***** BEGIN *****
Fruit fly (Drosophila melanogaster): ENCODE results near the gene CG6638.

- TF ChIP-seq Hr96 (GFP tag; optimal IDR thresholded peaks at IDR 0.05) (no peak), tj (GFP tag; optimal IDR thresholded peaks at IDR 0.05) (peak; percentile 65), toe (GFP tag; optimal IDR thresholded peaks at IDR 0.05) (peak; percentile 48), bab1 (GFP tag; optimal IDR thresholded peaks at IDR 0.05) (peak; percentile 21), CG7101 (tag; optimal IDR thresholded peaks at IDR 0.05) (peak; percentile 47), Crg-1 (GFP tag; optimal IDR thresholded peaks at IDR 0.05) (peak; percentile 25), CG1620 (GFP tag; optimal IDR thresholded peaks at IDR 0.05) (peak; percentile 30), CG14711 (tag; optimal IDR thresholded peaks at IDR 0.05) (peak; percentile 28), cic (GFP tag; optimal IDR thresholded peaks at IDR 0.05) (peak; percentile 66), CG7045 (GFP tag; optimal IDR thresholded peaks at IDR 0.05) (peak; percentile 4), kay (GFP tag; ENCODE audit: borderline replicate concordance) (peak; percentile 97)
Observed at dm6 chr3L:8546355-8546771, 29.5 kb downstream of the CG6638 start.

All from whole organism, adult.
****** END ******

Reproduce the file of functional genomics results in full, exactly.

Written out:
Fruit fly (Drosophila melanogaster): ENCODE results near the gene CG6638.

- TF ChIP-seq Hr96 (GFP tag; optimal IDR thresholded peaks at IDR 0.05) (no peak), tj (GFP tag; optimal IDR thresholded peaks at IDR 0.05) (peak; percentile 65), toe (GFP tag; optimal IDR thresholded peaks at IDR 0.05) (peak; percentile 48), bab1 (GFP tag; optimal IDR thresholded peaks at IDR 0.05) (peak; percentile 21), CG7101 (tag; optimal IDR thresholded peaks at IDR 0.05) (peak; percentile 47), Crg-1 (GFP tag; optimal IDR thresholded peaks at IDR 0.05) (peak; percentile 25), CG1620 (GFP tag; optimal IDR thresholded peaks at IDR 0.05) (peak; percentile 30), CG14711 (tag; optimal IDR thresholded peaks at IDR 0.05) (peak; percentile 28), cic (GFP tag; optimal IDR thresholded peaks at IDR 0.05) (peak; percentile 66), CG7045 (GFP tag; optimal IDR thresholded peaks at IDR 0.05) (peak; percentile 4), kay (GFP tag; ENCODE audit: borderline replicate concordance) (peak; percentile 97)
Observed at dm6 chr3L:8546355-8546771, 29.5 kb downstream of the CG6638 start.

All from whole organism, adult.